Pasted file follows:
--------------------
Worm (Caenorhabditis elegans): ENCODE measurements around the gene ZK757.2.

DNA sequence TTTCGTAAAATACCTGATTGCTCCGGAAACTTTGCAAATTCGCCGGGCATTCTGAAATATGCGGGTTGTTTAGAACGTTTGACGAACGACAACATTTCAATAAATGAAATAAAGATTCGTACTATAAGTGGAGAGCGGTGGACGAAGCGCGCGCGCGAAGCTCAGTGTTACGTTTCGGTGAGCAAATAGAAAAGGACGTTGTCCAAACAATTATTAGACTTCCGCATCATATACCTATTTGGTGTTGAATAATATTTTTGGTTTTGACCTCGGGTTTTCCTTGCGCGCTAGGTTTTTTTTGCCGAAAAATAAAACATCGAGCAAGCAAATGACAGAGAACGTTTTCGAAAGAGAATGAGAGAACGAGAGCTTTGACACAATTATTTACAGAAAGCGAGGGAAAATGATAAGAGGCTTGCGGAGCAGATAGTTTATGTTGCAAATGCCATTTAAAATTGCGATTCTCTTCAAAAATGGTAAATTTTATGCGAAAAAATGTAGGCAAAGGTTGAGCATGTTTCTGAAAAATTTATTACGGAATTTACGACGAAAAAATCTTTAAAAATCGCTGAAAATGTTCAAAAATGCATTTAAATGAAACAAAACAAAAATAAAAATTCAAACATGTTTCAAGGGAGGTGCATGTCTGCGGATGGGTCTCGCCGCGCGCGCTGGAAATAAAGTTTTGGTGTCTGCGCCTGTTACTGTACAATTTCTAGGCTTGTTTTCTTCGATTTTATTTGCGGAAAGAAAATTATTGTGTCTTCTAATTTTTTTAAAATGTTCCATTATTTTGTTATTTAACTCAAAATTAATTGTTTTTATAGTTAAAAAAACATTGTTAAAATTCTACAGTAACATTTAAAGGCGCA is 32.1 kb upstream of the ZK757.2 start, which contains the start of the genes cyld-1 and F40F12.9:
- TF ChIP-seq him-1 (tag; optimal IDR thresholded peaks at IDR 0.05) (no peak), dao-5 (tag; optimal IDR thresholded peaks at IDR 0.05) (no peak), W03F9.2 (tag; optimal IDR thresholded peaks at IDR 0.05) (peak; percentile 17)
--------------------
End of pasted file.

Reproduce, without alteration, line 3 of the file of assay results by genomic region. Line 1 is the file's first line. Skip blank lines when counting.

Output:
- TF ChIP-seq him-1 (tag; optimal IDR thresholded peaks at IDR 0.05) (no peak), dao-5 (tag; optimal IDR thresholded peaks at IDR 0.05) (no peak), W03F9.2 (tag; optimal IDR thresholded peaks at IDR 0.05) (peak; percentile 17)